- The Equal Employment Opportunity Commission has announced that while the deadline for Component 2 data collection was September 30th, employers who have not yet submitted the data may do so. The collection portal will remain open until the response rate reaches the court ordered target of 72.7%. As of September 25, only 39.7% of eligible filers have submitted Component 2 data. In related news, the EEOC will not be seeking to renew Component 2 data collection in the future
- The IRS issued the high-low simplified per diem rates that took effect October 1. The high-cost area per diem rate is $297. The notice included a number of locality changes, removals and adjustments.
- The minimum wage for federal contractors will increase to $10.80 per hour and $7.55 per hour for tipped employees for 2020.
- The DOL recently released three opinion letters regarding FMLA leave and collective bargaining agreements, the FLSA exemption for retail/service employees paid by commission, and whether HSA employer contributions are earnings subject to garnishment.
- The Department of Homeland Security is proposing a $10 fee for employers petitioning H-1B visas for each electronic registration they submit to U.S. Citizenship and Immigration Services (USCIS).
- The IRS has released a number of timely publications including Publication 1220 which contains the electronic filing specifications for the 1099 series and other forms, Publication 5164 for the electronic filing of ACA information returns, and Publication 1187 containing the electronic filing specifications for filing Form 1042-S, Foreign Person’s U.S. Source Income Subject to Withholding. The pubs may be relied on for the 2019 tax year.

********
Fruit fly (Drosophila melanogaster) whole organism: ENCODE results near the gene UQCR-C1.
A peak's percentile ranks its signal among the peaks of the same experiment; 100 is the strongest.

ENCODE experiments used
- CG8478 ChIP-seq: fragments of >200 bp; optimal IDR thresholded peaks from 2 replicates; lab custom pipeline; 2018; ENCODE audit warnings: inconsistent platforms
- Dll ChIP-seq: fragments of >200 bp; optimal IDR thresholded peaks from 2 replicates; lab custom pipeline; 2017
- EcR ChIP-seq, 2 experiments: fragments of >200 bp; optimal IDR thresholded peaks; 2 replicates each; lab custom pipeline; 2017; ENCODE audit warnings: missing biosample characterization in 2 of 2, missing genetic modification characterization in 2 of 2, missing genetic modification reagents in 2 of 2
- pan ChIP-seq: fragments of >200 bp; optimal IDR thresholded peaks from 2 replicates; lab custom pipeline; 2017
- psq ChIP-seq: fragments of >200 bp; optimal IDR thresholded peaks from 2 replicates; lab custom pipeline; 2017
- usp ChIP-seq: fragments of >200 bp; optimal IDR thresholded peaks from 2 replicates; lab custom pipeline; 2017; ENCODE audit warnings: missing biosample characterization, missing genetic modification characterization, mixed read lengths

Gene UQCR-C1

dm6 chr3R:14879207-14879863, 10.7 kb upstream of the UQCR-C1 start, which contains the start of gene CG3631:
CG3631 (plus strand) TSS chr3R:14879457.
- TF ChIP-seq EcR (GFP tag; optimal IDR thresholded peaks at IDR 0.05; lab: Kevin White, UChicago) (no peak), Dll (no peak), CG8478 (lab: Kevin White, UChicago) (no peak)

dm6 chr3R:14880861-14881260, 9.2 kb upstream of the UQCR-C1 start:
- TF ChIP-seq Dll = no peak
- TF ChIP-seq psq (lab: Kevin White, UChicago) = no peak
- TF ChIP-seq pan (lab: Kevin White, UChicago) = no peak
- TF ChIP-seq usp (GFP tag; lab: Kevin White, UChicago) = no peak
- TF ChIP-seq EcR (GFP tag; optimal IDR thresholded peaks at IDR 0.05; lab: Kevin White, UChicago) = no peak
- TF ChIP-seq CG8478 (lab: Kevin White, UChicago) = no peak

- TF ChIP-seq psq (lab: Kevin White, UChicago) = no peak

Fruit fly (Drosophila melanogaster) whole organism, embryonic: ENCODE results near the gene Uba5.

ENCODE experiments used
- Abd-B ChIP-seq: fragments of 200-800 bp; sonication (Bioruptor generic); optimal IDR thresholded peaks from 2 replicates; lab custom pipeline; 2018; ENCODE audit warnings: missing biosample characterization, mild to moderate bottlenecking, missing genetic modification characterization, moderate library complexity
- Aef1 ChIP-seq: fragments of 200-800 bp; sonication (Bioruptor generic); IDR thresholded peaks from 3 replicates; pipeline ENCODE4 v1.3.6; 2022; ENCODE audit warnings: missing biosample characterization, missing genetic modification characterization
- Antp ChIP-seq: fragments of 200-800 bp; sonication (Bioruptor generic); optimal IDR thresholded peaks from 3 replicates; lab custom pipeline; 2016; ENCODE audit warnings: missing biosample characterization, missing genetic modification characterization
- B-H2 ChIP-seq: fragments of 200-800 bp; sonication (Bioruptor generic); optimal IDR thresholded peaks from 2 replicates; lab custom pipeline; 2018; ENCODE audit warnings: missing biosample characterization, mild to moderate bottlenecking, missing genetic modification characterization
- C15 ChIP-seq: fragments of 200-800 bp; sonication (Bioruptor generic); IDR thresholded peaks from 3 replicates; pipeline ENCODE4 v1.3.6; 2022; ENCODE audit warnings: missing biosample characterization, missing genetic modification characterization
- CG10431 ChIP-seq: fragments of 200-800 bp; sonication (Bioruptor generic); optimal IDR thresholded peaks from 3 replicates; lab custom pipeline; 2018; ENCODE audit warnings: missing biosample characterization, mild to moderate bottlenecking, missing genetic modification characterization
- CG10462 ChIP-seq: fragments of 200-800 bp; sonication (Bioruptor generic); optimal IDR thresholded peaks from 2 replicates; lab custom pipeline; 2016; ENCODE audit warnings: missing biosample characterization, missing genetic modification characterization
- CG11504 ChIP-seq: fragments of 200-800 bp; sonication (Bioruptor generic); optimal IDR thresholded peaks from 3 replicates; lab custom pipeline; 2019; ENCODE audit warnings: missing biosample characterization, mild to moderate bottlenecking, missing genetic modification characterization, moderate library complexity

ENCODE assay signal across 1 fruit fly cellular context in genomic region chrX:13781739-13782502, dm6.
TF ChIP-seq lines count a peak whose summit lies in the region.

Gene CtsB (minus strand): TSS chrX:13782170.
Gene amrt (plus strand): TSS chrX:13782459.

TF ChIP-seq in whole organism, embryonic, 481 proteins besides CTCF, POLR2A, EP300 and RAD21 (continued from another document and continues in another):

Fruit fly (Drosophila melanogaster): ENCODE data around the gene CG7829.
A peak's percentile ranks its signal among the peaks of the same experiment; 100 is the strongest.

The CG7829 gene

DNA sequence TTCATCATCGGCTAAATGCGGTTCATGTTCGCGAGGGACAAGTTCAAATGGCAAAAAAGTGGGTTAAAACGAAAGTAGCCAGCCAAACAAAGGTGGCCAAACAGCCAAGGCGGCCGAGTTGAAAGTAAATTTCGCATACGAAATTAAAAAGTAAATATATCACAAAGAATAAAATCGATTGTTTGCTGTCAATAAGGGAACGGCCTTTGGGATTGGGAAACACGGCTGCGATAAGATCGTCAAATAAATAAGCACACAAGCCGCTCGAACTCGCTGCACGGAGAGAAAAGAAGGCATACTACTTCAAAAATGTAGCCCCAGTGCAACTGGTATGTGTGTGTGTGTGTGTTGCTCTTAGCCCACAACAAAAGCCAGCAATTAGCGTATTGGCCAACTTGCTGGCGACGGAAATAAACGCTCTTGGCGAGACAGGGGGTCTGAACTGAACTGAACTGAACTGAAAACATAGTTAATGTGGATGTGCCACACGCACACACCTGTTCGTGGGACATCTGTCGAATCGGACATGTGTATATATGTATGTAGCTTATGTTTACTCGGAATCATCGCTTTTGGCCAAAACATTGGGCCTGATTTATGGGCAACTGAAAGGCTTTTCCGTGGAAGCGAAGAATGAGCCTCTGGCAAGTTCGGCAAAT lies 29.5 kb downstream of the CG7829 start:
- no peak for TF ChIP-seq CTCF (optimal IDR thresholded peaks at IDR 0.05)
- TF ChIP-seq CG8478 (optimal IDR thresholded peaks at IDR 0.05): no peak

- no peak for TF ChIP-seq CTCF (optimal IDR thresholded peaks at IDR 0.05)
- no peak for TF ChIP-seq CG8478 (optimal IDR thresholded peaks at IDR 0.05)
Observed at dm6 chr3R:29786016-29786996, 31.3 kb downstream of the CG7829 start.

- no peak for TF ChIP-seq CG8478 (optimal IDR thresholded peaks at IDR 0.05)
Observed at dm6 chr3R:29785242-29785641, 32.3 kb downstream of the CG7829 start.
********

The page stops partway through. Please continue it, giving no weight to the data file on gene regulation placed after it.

- The DOL has announced the final rule to modernize the recruitment an employer must conduct with an H-2A application. The final rule rescinds the employer requirement to advertise jobs in a print newspaper and replaces it with a requirement to post an electronic advertisement on a website. The rule is effective October 21st.
- The IRS has announced that the W-2 verification code program that began in the 2016 filing season will be discontinued. Box 9 of the 2019 W-2 has been shaded out. The IRS noted the program was no longer necessary because of new wage and income reporting requirements. Federal law now requires employers to submit W-2 forms by January 31 each year. The IRS said that this helps to combat fraud and identity theft and superseded the need for a verification code.
- Finally, around the nation, we have some minimum wage updates. Effective October 1st, Connecticut’s minimum wage increases to $11 per hour and Delaware increases to $9.25 per hour. Alaska and Montana announced their 2020 minimum wage increases. Alaska increases to $10.19 per hour and Montana increases to $8.65 per hour.